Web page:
Mary Rezac, who has served as dean of the Voiland College of Engineering and Architecture since 2017, is receiving a five-year contract extension.
“Dr. Rezac is a strong leader who has overseen several important developments for the college and university,” said Elizabeth Chilton, provost and executive vice president. “That she has agreed to extend her leadership role at WSU for the foreseeable future is fantastic for Voiland faculty, staff, and students as well as the university system as a whole.”
Under Rezac’s tenure, Voiland has seen improvements to its student recruitment and retention efforts as well as the expansion of its research and fundraising.
The college has seen its first-year retention of engineering students improve from 83% to 95% during Rezac’s tenure, for example, while hitting enrollment highs prior to the COVID-19 pandemic. Voiland ranks second among all WSU colleges in undergraduate enrollment and has seen significant improvements in representation among women and other under-represented student groups.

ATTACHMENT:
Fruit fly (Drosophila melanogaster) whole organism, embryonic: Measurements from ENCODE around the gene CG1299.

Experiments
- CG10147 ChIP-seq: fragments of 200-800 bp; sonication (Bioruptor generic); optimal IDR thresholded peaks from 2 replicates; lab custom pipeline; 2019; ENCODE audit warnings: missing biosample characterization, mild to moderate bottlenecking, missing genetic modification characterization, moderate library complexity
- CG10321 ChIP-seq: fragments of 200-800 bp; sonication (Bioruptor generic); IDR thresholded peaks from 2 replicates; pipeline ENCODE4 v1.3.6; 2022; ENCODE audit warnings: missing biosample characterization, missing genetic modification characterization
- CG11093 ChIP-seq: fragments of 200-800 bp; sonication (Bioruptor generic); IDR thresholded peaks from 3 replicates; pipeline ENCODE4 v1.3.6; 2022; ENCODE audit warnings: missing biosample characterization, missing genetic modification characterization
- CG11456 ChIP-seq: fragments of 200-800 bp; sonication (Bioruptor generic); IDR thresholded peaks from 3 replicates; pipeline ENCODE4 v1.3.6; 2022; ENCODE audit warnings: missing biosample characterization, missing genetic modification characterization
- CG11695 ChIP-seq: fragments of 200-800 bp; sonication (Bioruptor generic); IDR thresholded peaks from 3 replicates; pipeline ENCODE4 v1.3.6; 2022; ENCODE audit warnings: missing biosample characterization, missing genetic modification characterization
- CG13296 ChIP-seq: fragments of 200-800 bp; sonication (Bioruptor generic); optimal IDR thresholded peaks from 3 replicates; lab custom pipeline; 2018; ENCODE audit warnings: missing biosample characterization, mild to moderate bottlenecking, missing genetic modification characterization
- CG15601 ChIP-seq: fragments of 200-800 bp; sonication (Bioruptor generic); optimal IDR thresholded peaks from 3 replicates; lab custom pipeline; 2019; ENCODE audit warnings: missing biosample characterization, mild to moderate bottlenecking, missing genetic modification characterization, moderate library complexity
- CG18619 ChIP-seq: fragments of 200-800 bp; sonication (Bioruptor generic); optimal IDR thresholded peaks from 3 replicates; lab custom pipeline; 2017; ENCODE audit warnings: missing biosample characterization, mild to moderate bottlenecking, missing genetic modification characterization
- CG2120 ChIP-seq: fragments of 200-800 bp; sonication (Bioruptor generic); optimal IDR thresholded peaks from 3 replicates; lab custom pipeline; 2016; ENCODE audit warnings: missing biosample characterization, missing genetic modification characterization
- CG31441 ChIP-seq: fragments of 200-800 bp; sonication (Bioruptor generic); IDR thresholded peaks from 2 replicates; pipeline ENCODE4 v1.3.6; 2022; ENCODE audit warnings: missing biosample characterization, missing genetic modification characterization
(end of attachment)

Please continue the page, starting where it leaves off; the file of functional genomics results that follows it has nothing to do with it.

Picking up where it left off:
Voiland has seen its research funding and publications increase with Rezac at the helm, allowing it to maintain its fiscal health amid turbulent headwinds across higher education. The college has become a leader in catalysis research and has fostered significant relationships with partner organizations, including the U.S. Department of Energy’s Pacific Northwest National Laboratories.
Rezac was also instrumental in securing funding for the new Schweitzer Engineering Hall, beginning with a $20 million gift from Edmund and Beatriz Schweitzer and Schweitzer Engineering Laboratories. The new building will serve as Voiland’s central hub for students to innovate and collaborate with their colleagues and faculty en route to successful careers after graduate.
Rezac earned her bachelor’s degree in chemical engineering from Kansas State University in 1987. She followed that by earning her masters and Ph.D. in the same field at the University of Texas at Austin. In 1994, Rezac joined Georgia Institute of Technology as a professor, where she spent eight years. In 2002, she returned to Kansas State and held several roles over the next decade, including head of the Department of Chemical Engineering and director of major grant initiates with its College of Engineering.